I really liked this book. The voice is so great–it really makes the novel. I also thought the humor was kind of random and spot on. I laughed several times while reading, though I wouldn’t be able to do a pull-quote. Most of it was contextual, and the way everything built up into a moment. The book is also not a traditional narrative; it’s told in lists and in screenplay format and regular prose. Playing with the format also adds to the voice.
What I think really works well about this book is that though it’s about a boy who befriends a girl with cancer (she is the dying girl, obviously.), it’s not about cancer. It’s about how this kid (Greg) who is really closed off emotionally and pretty high strung and selfish processes and deals with someone he knows having cancer. His actions aren’t pretty and he’s very self-involved, and that’s why it works. He stays at arm’s length from his feelings AT ALL TIMES and is not well-equipped to handle anything very serious. It shows in Greg’s relationship with Earl, too.
I also liked the ending because it showed that nothing really changes just because someone has cancer. It’s not usually this life-affirming event that propels those left behind into greatness. Cancer sucks and people are devastated at the loss of life and then life just kind of goes on. Unless, of course, those left behind are self-motivated.
While it’s more sad than anything, I also appreciated that Earl and Greg both had kind of resigned themselves to a certain kind of life and trapped themselves into their own narratives. I mean, it doesn’t have to be the way it winds up, but that’s the choice they both made.
Also, this is a pretty good depiction of social anxiety and crippling perfectionism.
My only complaints about this book are that Rachel is kind of a blank slate (which makes sense for the narrative–Greg, again, wants to keep her at arm’s length), and I would have liked to see Earl and Greg’s relationship developed more. However, even the lack of development in that area seems on purpose. Earl’s home life is pretty terrible, and at one point, Greg admits that he doesn’t even know how to think about or process how bad it is.
Oh, and the other thing that got annoying was Greg saying he didn’t know why anyone would still be reading the book. I didn’t mind the moments when he broke the fourth wall to talk about how trite the language was or how annoying he found himself or why he thought the story sucked, but don’t tell me I don’t want to keep reading, dude. I might have taken you up on that.
All in all, though, the book worked.
Anyway, I read this book before I saw the movie, and I have thoughts on how the adaptation worked, so I’ll be doing a post about the movie soon.
I just have to say up front that Fangirl by Rainbow Rowell is the type of story I love to read, and the type of story I want to see more of in YA lit. It’s about a girl who goes to college and has to navigate the new setting, relationships, and teachers she has. She also needs to figure out her old relationships with her family. No super heightened craziness, just regular everyday life.
In fact, it hits on quite a few of the items on my YA reading wishlist:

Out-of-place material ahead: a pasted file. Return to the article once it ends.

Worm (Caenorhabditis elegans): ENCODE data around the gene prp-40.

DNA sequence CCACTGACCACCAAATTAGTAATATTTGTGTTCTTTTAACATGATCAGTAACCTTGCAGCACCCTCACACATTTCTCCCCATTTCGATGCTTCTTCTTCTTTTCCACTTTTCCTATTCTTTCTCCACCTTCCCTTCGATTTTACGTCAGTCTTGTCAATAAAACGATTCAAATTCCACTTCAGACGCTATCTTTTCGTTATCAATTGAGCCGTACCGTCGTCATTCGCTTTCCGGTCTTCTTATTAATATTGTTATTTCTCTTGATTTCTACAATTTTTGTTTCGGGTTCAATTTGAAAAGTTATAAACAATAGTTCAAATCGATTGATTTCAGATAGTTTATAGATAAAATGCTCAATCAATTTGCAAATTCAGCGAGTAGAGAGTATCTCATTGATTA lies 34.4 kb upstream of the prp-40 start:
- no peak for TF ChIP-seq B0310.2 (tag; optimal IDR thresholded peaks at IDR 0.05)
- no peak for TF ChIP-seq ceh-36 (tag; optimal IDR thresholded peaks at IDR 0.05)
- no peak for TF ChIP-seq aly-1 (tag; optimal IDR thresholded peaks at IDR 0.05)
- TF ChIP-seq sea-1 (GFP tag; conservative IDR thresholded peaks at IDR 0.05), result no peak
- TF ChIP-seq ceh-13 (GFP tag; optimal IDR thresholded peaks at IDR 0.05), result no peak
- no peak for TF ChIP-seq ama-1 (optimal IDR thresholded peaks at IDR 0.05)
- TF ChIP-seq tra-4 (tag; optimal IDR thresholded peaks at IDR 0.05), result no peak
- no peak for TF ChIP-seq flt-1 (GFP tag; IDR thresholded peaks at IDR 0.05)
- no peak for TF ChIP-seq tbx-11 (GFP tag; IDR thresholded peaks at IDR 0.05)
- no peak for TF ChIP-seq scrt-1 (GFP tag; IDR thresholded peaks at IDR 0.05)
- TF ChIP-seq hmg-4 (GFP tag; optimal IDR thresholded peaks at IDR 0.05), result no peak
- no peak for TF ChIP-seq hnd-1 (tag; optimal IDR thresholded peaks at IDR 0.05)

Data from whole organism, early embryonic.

- mental illness – Cath’s dad has bipolar disorder, and I love the way it’s revealed and the way that it explains so much of Cath’s issues.
- alcoholism – One of the characters gets busted for alcohol poisoning, and the whole discussion about how she isn’t going to stop drinking because “everyone else drinks” is classic alcoholic behavior (the idea that s/he can drink like everybody else).
- nerdy/quirky teens unashamed of their nerdi-/quirkiness – Cath loves Simon Snow, wears her Simon Snow swag, and is just fine talking about Simon Snow. She may not tell everyone that she writes fanfic, but she’s not ashamed of her love or knowledge of the world.
Bonus points for exploring the bullheadishness of students and their lack of awareness when it comes to (a) plagiarism and (b) not following directions. Oh, and female friendship, of course. Oh, and learning disabilities! Also, Cath is so codependent.
Extra bonus points for having a romance in the story and not letting the story become about the boy. Cath’s relationship with the boy is one of the many relationships she navigates, but it doesn’t overshadow or become more important (narratively, I mean) than her relationship with her sister or her father or her other friends.
Also, Rowell’s love affair with redheads continues. There are TWO in this book.
A couple of things that didn’t quite work for me:
1. The story starts out slow because Cath spends the beginning of the book being a mopey hermit. Rowell keeps the narrative from getting too bogged down by showing Cath’s forced interactions with her roommate and classmates. Yay for dialogue.
2. Several times in the story, the characters comment that Cath has online friends, but there’s nothing that shows Cath’s online friends are her actual friends. There’s this undercurrent that those friends don’t count. Cath is a BNF (big name fan), so she would be interacting with her online friends A LOT. This idea of online fans as being isolated in real life but not online is important, and I wish it had been explored more.
3. I liked the excerpts from the Simon Snow books and fic as framing devices for the chapters. I absolutely HATED that huge chunks of parts of the narrative was Cath reading her fic out loud to someone and what she was reading was transcribed in the book. I am not a big fanfic reader of the shows and books that I actually know and love. To read fanfic about a world that doesn’t actually exist–about characters I had zero investment or interest in–felt extra pointless.
All in all, though, I found Fangirl to be a solid read, and I breezed through it. Loved the characters, loved the relationships.